By Larry Van House, USGTF Member, Camp Hill, Pennsylvania

“Hit the small ball before the big ball.” This is the most important skill to achieve to develop a golf swing…period. When a client can learn to do this successfully 90 percent of the time, his or her golf experience will improve drastically.

The small ball is, of course, a golf ball. The big ball is the earth. Hit the earth first, followed by the ball, and you will have hit a “fat” shot. Much of the energy of the swing and the speed of the clubhead will just sink into the earth. The ball may advance down the fairway, but it will not achieve the distance or backspin it could have. The fat shot will not stop and hold on a green. I am sure that a very large percentage of our clients will hit the earth first. We can teach them all sorts of things about a golf swing, but they will never realize anything close to their potential if they continually strike fat shots.

A deep divot after the ball is not always necessary or desirable. A shallow divot after the strike is fine, but it must start at the golf ball or even slightly in front of the ball.

Strike the golf ball first and then the turf, and all of the good things in golf are possible.

The truth of this is shown in Bobby Clampett’s “Impact Zone” golf teaching. Mr. Clampett shows how a golfer can test himself/herself quite easily by drawing lines in sand or even on grass turf, placing a golf ball on the line, swing, and obtain instant feedback on the quality of the swing – not just fat or thin but directionally, as well. Striking a golf ball isn’t even necessary. Swinging at the line in the sand can be sufficient. This is a perfect diagnostic test of a golf swing. But…how can the golfer make his/her body do the things necessary to hit the small ball before the big ball? Mr. Clampett has answers for that, as well. Helping our clients make this adjustment should be, I believe, also our first and most important task.

This method of drawing lines in the sand or turf works very well when it is possible to practice a golf swing outdoors. But what can we do to bring this diagnostic test indoors when the weather is bad? I worked on this problem for quite a while. I hoped to be able to bring this teaching method indoors to my indoor golf studio in Pennsylvania. I tried several potential high-tech solutions. They worked, but they were expensive and didn’t give the instant feedback that a simple line drawn in sand can give.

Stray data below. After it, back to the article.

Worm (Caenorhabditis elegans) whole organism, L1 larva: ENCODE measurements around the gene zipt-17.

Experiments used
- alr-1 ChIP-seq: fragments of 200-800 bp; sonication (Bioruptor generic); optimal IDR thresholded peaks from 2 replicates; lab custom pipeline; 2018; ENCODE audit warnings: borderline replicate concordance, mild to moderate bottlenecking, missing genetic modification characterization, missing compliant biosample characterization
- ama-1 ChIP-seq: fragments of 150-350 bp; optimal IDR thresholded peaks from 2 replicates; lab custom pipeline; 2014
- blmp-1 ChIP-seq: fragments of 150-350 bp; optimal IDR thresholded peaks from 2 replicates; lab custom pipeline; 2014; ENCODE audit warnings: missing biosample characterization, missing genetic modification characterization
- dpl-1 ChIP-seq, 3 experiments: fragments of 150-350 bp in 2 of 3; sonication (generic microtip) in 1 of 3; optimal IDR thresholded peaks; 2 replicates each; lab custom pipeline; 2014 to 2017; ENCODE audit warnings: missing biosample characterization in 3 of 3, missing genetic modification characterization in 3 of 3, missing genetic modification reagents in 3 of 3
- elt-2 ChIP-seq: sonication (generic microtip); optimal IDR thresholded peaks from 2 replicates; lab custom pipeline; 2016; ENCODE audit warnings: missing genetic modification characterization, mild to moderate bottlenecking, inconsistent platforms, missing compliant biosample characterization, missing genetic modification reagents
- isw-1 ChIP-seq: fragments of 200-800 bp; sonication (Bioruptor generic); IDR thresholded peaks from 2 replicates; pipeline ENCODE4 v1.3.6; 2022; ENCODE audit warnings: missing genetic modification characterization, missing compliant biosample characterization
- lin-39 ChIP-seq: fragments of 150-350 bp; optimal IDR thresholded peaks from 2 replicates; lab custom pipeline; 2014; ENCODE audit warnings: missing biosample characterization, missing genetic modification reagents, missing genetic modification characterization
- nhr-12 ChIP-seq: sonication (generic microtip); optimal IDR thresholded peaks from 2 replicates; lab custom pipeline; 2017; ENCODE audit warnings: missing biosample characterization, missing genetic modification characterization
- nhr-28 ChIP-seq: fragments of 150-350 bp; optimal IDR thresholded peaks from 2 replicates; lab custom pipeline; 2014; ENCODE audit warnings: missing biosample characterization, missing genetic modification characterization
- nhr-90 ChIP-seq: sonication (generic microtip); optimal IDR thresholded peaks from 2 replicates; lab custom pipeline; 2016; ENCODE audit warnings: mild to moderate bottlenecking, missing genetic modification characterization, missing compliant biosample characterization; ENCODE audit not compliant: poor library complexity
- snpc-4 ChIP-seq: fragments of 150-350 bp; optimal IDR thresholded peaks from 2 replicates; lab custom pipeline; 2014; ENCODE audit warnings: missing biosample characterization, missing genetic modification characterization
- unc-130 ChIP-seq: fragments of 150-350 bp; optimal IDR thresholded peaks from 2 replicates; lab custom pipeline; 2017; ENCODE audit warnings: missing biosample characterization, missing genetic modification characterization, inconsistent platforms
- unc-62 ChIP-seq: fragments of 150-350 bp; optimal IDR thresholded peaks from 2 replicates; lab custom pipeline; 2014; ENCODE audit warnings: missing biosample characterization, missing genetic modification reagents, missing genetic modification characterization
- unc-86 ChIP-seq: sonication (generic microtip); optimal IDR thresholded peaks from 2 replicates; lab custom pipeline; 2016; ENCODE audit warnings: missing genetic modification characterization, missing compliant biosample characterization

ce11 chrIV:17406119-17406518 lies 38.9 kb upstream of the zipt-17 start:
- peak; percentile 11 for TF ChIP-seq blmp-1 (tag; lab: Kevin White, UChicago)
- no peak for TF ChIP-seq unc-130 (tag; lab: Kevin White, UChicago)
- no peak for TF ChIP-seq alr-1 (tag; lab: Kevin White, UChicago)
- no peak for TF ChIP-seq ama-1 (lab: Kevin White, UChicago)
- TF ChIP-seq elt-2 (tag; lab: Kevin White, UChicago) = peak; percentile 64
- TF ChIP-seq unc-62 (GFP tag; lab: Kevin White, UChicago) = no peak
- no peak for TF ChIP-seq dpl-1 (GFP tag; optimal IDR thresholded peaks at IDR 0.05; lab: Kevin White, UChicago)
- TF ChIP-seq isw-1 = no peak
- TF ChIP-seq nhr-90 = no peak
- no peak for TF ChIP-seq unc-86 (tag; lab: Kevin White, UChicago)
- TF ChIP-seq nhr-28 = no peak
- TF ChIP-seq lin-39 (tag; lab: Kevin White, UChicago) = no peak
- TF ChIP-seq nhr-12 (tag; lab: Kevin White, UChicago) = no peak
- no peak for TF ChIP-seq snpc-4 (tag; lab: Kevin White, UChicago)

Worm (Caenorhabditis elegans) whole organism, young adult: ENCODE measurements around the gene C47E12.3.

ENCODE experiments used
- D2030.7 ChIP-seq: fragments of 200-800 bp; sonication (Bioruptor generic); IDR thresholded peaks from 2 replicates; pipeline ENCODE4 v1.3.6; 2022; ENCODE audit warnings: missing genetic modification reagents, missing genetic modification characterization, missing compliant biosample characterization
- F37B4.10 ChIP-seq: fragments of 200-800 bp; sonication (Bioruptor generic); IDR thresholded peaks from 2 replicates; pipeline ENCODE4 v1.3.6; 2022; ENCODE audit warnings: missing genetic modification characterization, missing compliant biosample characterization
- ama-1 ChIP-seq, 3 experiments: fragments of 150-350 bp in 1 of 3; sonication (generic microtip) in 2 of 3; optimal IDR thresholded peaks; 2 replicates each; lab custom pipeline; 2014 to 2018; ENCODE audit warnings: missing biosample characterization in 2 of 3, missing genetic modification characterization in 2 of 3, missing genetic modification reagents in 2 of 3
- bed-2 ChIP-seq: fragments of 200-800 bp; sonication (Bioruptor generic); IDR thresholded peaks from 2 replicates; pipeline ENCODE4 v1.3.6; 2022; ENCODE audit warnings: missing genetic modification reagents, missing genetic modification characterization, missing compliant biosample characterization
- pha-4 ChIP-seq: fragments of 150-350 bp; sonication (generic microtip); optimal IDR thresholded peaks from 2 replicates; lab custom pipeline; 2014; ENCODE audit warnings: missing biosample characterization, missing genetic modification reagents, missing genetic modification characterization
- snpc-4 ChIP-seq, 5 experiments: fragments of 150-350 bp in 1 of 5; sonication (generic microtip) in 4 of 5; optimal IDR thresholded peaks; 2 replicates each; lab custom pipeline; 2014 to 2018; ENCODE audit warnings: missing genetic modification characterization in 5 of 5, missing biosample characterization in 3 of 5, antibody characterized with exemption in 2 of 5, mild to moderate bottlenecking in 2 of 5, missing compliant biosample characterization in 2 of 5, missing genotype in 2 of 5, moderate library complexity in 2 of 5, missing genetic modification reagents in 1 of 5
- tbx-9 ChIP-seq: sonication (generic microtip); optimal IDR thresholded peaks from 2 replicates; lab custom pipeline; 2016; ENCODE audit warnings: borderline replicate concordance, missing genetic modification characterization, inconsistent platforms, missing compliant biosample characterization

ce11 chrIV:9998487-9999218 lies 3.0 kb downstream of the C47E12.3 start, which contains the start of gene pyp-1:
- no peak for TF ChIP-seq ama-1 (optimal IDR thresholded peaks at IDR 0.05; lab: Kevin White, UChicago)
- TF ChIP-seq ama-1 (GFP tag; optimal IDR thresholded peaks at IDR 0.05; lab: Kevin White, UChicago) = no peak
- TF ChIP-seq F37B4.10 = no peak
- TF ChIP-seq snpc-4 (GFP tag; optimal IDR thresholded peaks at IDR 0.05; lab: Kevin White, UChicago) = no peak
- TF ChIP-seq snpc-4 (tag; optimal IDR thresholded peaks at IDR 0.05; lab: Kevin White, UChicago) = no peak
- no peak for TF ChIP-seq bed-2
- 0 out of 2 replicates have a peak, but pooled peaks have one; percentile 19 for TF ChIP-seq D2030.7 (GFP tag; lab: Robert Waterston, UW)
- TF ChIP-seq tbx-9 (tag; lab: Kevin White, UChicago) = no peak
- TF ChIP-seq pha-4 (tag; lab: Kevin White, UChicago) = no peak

I finally settled on a low-tech solution. It is quite inexpensive and works perfectly. I call it my “Snow Board.” I think it may help you in your lessons for clients indoors, or even if it is used outdoors.

My Snow Board is a sheet of plastic (polycarbonate – G.E. trademarks it as Lexan) painted on both sides with black spray paint. The “snow” on my Snow Board is a covering spray of imitation snow – the stuff people use for seasonal decorations at Christmas. This imitation snow stands out bright white on the black background. I tried a lot of other white materials, and the imitation snow has been the best. Foot powder works well, but it takes a few minutes to turn white on the black background. This makes an unwanted delay in the progress of a lesson.

After spraying the imitation snow on the sheet, I draw a few lines on it with an aiming stick. I place a ball on the lines and ask my client to swing away. This is the first thing I do with a new client after they warm up. The results of this little test are, on almost all occasions, a major revelation to my clients, some of whom have been playing golf for many years. They are usually, as the Irish say, gobsmacked.

I think that when golfers go to a driving range, they are too interested in only watching the flight of the ball. They do not tend to examine the turf and the divot their club makes and its relation to the location of the ball. I think that may be why they are so surprised when they see the results their swing made as their club struck the Snow Board several inches behind the ball.

I ask them to make several swings and measure their results in inches behind where the ball was placed. I record this information as a way to measure later success. The Snow Board also provides a record of the direction of the swing. Whether a swing is outside to in, inside to out, or directly at the target, is plainly visible. Then, after discussing the importance of this test and of the great opportunities that will come when the strike on the Snow Board is made in front of the ball in a straight line toward the target, we get to work.

After the session, the Snow Board and the golf clubs can be cleaned easily with just water and a light brushing. The imitation snow that has splattered vacuums up from my golf mats quickly.

The Snow Board is my most important swing diagnostic. In a series of lessons with clients, I use it often as my clients’ swings progress. I would recommend that you consider using a Snow Board or similar device in your lessons, even if the lessons are conducted outdoors. Sand traps are not always readily available for us to use.

The results that appear on a Snow Board seem to be immediately understood by clients. The results are measurable and provide a visual direction for future lessons.
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